4) Now open the Configuration.cs file and change the namespace. I added the name of the context to the namespace.

This is important. Giving each configuration file its own namespace will make sure that migrations are only applied to the correct context. If you don’t do this, the Update-Database command will look at ALL the pending migrations and try to apply them to the current context. This could result in an error (such as “Unable to generate an explicit migration because the following explicit migrations are pending:“)¬†or tables might be added to/deleted from the wrong context/database.

5) In the Package Manager Console, run the same command for for the next context:

Enable-Migrations -EnableAutomaticMigrations -ContextTypeName NameOfSecondContext

6) Repeat the above steps for each context that you need to enable migrations.

7) Rename the new Configuration.cs file, maybe “ConfigurationContext2.cs”.

To update the database with changes to your model, simply specify the configuration file to use for the update like this:

Update-Database -ConfigurationTypeName ConfigurationContext2

Written by Jim McMullen

February 14, 2013 at 11:14 am

Posted in How-To

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Entity Framework: Repository or Not Repository?

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On the heels of the demise of the commercial version of EntitySpaces, I am delving into Microsoft’s Entity Framework. I need to implement it in a big project to replace a much more manual Data Access Layer.

So I’ve done a ton of reading on it (and played with it some, too), and the common wisdom is to use the Repository Pattern to implement it. The main reason seems to be to maintain a separation of concerns — so that the persistence layer isn’t directly used/referenced from the UI. In turn, this seems to be important so that you can change the underlying data structure without changing the UI very much.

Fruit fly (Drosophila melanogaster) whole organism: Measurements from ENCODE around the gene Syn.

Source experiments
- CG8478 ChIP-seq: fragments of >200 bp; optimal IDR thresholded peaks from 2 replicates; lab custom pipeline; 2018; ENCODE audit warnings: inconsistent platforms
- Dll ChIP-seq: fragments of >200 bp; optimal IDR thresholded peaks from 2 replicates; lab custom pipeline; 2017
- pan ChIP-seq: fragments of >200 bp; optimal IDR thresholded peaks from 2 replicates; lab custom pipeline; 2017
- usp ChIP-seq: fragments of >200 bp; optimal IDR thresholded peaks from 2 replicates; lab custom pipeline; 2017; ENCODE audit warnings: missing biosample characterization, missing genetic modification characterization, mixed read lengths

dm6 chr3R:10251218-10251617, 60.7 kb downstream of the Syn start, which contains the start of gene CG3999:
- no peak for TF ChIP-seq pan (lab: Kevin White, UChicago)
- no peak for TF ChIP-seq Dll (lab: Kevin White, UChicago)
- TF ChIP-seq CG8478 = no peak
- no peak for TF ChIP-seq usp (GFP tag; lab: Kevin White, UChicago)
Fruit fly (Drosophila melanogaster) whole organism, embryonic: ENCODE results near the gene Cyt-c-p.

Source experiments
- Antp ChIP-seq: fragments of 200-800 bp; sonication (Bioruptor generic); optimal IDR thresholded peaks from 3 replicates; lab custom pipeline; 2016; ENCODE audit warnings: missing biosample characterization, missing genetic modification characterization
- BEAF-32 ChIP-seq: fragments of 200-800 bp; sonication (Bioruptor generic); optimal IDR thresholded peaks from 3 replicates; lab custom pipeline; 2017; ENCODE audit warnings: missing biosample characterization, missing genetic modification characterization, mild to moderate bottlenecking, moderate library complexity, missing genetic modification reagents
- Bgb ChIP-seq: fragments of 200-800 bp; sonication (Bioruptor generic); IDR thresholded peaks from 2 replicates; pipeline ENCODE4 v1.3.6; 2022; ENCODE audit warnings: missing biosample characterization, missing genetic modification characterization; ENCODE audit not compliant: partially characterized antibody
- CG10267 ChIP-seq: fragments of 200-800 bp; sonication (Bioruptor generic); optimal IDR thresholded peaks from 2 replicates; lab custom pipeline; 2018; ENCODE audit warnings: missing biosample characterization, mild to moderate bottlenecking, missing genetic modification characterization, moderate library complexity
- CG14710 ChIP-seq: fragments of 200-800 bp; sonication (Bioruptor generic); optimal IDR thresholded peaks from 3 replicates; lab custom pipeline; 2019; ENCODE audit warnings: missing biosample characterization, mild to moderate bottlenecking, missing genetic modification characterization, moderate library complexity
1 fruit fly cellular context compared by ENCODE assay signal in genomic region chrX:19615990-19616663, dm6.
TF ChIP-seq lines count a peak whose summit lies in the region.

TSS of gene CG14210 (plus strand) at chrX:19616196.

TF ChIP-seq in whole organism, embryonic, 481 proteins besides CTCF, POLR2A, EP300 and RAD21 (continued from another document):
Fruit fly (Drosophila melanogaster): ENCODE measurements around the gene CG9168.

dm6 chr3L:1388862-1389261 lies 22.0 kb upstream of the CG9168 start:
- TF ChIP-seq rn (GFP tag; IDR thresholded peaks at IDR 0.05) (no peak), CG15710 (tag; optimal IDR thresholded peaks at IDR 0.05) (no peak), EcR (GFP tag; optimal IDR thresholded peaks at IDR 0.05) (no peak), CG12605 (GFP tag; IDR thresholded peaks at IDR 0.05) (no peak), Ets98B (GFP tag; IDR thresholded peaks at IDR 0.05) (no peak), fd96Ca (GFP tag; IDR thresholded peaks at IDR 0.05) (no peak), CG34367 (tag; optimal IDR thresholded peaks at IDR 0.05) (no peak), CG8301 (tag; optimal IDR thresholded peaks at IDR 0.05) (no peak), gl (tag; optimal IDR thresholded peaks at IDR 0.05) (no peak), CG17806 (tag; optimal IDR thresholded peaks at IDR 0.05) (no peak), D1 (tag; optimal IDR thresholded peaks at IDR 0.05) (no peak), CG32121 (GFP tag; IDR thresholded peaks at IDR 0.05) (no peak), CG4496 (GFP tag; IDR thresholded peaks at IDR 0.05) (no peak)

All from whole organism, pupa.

At first, this seems to add a layer of complexity to an application that doesn’t seem to be necessary — I never used this pattern with EntitySpaces (although I could have), and indeed, the ES developers recommended against it. Entity Framework uses the dbcontext as its own repository/unit of work pattern, so why add a whole other level of abstraction to it? Adding complexity will surely slow down development, and speeding things up is my primary motivation for using an ORM framework.

There is a terrific case made for NOT using repositories by Oren Eini (aka Ayende Rahien), a contributor to the NHibernate open-source ORM framework. His post can be found here.

Will I ever actually change the database layer?

As I said, this doesn’t seem to be necessary – I don’t believe I will change the underlying database from SQL Server to Oracle or some other database. Even if I did, Entity Framework can work with many different databases.

I suppose there is a possibility that it could change to a web service implementation. I don’t know why the project would change like that, but it could if the need arose. In this case, repositories would insulate the UI from that change. I am implementing EF using POCOs, so those could be kept and reused even with web services.

But What If I Change the UI?

But after thinking about it for a while, the most important reason to maintain separation of concerns in my project is that I don’t know how the UI layer will change. I can already see the possibility of creating several UIs – Web, mobile, and public web services. Aha! If I use repositories, I can develop as many UIs as I want using the same data access layer. Or almost the same data access layer — I am certain I would have to add custom methods to my repositories for each UI.

But can I still create multiple UIs if I don’t use repositories — using EF directly? Yes, of course I can. On the downside, there will be some duplication of code. Conversely, the data access will be tailored directly to my UI needs.

So what’s the right answer?

Guess what, despite the legions of fanatics that will tell you there is only one “right” way to do it, either way will work.

For speed’s sake, I strongly considered going without repositories, but I have decided to use them based on the multiple examples of their effectiveness and my uncertainty about future UI development for my project.

Written by Jim McMullen

February 1, 2013 at 10:32 pm

Posted in How-To